Flannel is a simple and easy way to configure L3 network fabric designed for Kubernetes. Flannel runs a single binary agent named flanneld on each host, which is responsible for allocating a subnet lease to each host out of a larger, preconfigured address space. Flannel uses either the Kubernetes API or etcd directly to store the network configuration, the allocated subnets, and any auxiliary data (such as the host’s public IP). Packets are forwarded using one of several backend mechanisms, with the default encapsulation being VXLAN.
Encapsulated traffic is unencrypted by default. Therefore, flannel provides an experimental backend for encryption, IPSec, which makes use of strongSwan to establish encrypted IPSec tunnels between Kubernetes workers.
Kubernetes workers should open UDP port 8472 (VXLAN) and TCP port 9099 (healthcheck). See the port requirements for user clusters for more details.
For more information, see the Flannel GitHub Page.
Calico enables networking and network policy in Kubernetes clusters across the cloud. Calico uses a pure, unencapsulated IP network fabric and policy engine to provide networking for your Kubernetes workloads. Workloads are able to communicate over both cloud infrastructure and on-prem using BGP.
Calico also provides a stateless IP-in-IP encapsulation mode that can be used, if necessary. Calico also offers policy isolation, allowing you to secure and govern your Kubernetes workloads using advanced ingress and egress policies.
Kubernetes workers should open TCP port 179 (BGP). See the port requirements for user clusters for more details.
For more information, see the following pages:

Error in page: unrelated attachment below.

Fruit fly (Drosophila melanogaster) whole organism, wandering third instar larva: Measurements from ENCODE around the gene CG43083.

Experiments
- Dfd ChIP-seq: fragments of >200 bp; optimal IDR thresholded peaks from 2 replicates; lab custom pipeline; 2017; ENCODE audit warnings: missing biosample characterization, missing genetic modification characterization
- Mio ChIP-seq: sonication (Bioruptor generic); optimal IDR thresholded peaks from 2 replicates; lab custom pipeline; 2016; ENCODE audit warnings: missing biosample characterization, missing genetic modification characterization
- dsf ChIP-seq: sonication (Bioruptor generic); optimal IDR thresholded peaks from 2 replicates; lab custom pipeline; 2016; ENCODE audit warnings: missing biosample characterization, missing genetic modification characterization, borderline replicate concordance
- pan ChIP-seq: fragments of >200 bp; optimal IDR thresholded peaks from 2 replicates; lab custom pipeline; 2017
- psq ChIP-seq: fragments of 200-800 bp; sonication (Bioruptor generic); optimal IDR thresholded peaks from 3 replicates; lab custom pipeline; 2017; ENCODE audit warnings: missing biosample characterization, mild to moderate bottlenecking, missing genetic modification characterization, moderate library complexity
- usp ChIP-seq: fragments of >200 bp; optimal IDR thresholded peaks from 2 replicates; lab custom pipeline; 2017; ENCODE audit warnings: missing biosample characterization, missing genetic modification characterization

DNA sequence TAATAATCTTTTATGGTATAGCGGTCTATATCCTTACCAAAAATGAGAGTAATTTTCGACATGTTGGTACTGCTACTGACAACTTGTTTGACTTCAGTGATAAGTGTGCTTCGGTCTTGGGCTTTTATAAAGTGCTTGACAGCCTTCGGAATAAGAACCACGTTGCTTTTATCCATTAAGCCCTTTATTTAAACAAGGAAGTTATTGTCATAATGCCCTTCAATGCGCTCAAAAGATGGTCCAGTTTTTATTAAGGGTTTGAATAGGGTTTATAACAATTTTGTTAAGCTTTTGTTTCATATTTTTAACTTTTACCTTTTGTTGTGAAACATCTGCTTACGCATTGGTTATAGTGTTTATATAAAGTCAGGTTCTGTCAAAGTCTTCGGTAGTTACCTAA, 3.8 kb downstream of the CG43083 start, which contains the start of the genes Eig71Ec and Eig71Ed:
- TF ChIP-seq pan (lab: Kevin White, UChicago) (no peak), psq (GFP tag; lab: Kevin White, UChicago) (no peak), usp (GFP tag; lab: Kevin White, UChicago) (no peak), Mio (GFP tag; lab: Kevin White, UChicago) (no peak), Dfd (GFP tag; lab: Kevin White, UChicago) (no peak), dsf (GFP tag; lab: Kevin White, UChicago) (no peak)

Weave enables networking and network policy in Kubernetes clusters across the cloud. Additionally, it support encrypting traffic between the peers.
Kubernetes workers should open TCP port 6783 (control port), UDP port 6783 and UDP port 6784 (data ports). See the port requirements for user clusters for more details.
The following table summarizes the different features available for each CNI network provider provided by Rancher.
Network Model: Encapsulated or unencapsulated. For more information, see What Network Models are Used in CNI?
Route Distribution: An exterior gateway protocol designed to exchange routing and reachability information on the Internet. BGP can assist with pod-to-pod networking between clusters. This feature is a must on unencapsulated CNI network providers, and it is typically done by BGP. If you plan to build clusters split across network segments, route distribution is a feature that’s nice-to-have.
Network Policies: Kubernetes offers functionality to enforce rules about which services can communicate with each other using network policies. This feature is stable as of Kubernetes v1.7 and is ready to use with certain networking plugins.
Mesh: This feature allows service-to-service networking communication between distinct Kubernetes clusters.
External Datastore: CNI network providers with this feature need an external datastore for its data.
Encryption: This feature allows cyphered and secure network control and data planes.
Ingress/Egress Policies: This feature allows you to manage routing control for both Kubernetes and non-Kubernetes communications.
The following table summarizes different GitHub metrics to give you an idea of each project’s popularity and activity. This data was collected in January 2020.
It depends on your project needs. There are many different providers, which each have various features and options. There isn’t one provider that meets everyone’s needs.
Canal is the default CNI network provider. We recommend it for most use cases. It provides encapsulated networking for containers with Flannel, while adding Calico network policies that can provide project/namespace isolation in terms of networking.
Please see Cluster Options on how to configure a network provider for your cluster. For more advanced configuration options, please see how to configure your cluster using a Config File and the options for Network Plug-ins.